The vision and legacy of photographer Clarence H. White (1871-1925), a leader in the early twentieth-century effort to position photography as an art, will be the focus of a major traveling exhibition organised by the Princeton University Art Museum. The first retrospective devoted to the photographer in over a generation, Clarence H. White and His World: The Art and Craft of Photography, 1895-1925 will survey White’s career from his beginnings in 1895 in Ohio to his death in Mexico in 1925.

On view at the Princeton University Art Museum from October 7, 2017, through January 7, 2018, the exhibition will draw on the Clarence H. White Collection at the Museum and the deep holdings at the Library of Congress as well as loans from other public and private collections. Clarence H. White and His World reasserts White’s place in the American canon and, in the process, reshapes and expands our understanding of early twentieth-century American photography.

White’s career spans the radical shifts in photographic styles and status from the Kodak era of the 1890s; the corresponding fight for art photography primarily associated with his friend and fellow photographer Alfred Stieglitz; and the postwar rise of advertising and fashion photography. While living in a small town in Ohio, White received international recognition for his beautiful scenes of quiet domesticity and his sensitivity to harmonious, two-dimensional composition. With his move to New York in 1906, he became renowned as a teacher, first at Teachers College with Arthur Wesley Dow, then in the summer school he established in Maine, and finally with the Clarence H. White School of Photography, founded in 1914. Among his students were some of the most influential artistic and commercial photographers of the early twentieth century: Laura Gilpin, Doris Ulmann, Paul Outerbridge, Ralph Steiner, Margaret Watkins, Dorothea Lange, Karl Struss, Anton Bruehl and hundreds more who did not become professional photographers but were shaped by White’s belief that art could enrich the lives of everyday Americans.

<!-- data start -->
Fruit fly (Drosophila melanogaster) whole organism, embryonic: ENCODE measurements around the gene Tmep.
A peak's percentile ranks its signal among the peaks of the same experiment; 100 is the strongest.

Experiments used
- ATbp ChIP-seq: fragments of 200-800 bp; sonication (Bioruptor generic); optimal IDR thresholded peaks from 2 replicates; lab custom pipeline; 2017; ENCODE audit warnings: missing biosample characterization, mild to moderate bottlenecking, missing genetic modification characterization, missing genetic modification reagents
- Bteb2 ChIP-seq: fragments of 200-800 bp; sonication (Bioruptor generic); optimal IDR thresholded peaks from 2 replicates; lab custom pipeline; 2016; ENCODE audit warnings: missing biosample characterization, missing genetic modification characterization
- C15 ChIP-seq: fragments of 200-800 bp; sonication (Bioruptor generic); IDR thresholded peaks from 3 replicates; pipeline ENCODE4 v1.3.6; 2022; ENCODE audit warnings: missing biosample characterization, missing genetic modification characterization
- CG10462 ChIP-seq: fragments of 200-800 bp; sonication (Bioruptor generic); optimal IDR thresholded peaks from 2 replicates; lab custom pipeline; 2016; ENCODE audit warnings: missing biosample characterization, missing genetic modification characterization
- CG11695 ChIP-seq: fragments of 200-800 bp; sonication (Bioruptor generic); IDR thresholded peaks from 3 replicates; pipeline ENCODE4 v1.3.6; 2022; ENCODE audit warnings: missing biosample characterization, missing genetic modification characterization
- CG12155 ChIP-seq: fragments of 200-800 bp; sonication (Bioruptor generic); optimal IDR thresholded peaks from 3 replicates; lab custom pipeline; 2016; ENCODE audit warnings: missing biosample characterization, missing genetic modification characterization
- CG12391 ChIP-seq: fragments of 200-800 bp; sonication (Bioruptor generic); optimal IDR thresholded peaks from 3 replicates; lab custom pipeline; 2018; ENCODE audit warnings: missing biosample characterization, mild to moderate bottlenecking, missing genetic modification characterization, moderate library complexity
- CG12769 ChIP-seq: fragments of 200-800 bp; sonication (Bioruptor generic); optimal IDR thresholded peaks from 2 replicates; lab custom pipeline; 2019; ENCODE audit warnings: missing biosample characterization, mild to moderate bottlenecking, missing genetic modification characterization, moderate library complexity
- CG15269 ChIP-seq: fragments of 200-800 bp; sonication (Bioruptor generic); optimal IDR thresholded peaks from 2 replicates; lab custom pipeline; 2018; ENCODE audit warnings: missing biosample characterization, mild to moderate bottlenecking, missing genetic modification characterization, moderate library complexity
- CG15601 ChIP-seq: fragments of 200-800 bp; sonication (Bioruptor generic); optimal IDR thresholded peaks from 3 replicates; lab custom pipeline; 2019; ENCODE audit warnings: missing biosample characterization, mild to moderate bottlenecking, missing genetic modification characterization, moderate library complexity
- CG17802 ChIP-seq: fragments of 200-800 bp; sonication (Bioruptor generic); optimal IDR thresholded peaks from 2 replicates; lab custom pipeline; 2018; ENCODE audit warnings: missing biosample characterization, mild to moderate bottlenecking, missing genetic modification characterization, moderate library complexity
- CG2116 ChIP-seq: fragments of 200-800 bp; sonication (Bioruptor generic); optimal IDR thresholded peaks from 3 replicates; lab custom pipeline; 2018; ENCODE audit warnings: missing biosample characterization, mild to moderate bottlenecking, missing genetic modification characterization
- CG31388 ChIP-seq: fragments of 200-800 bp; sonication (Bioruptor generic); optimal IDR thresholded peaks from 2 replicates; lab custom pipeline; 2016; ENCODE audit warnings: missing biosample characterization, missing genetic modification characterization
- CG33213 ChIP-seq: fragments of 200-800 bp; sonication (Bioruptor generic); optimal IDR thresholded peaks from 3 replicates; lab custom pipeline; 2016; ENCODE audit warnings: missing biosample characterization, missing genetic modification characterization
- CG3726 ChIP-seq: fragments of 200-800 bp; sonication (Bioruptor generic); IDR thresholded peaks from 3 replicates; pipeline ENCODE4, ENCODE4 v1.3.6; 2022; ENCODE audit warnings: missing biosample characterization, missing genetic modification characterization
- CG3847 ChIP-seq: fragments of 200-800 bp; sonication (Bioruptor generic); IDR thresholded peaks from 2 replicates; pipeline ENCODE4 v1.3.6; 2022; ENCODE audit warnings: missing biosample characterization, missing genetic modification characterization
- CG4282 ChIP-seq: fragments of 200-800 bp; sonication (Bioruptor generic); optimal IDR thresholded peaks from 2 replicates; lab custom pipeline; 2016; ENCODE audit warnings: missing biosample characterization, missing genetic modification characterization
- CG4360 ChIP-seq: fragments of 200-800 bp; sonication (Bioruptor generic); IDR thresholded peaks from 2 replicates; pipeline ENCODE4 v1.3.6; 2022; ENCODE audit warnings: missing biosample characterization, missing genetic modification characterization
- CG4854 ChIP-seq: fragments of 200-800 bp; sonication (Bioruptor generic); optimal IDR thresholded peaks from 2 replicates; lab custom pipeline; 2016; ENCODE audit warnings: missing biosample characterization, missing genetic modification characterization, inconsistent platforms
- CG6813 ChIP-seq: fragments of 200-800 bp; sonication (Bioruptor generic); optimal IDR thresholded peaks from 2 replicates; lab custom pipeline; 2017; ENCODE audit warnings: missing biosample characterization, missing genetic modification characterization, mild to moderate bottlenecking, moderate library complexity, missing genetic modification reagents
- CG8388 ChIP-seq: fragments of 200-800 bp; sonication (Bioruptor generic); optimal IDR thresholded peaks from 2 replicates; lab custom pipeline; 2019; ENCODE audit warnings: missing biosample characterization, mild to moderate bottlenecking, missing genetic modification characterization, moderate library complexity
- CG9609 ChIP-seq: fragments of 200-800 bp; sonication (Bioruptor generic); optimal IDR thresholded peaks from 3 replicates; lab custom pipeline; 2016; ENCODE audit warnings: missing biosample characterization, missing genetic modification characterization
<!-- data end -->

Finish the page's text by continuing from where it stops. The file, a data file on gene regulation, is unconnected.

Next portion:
“The goal of the exhibition is to locate White’s own diverse and rich body of work within a period of great social and aesthetic change, from the Gilded Age to the Roaring Twenties,” said Anne McCauley, exhibition curator and David Hunter McAlpin Professor of the History of Photography and Modern Art at Princeton. “Far from staying stuck in the nineteenth century, White embraced new media like cinema and new commercial uses for photography, including fashion and advertising.”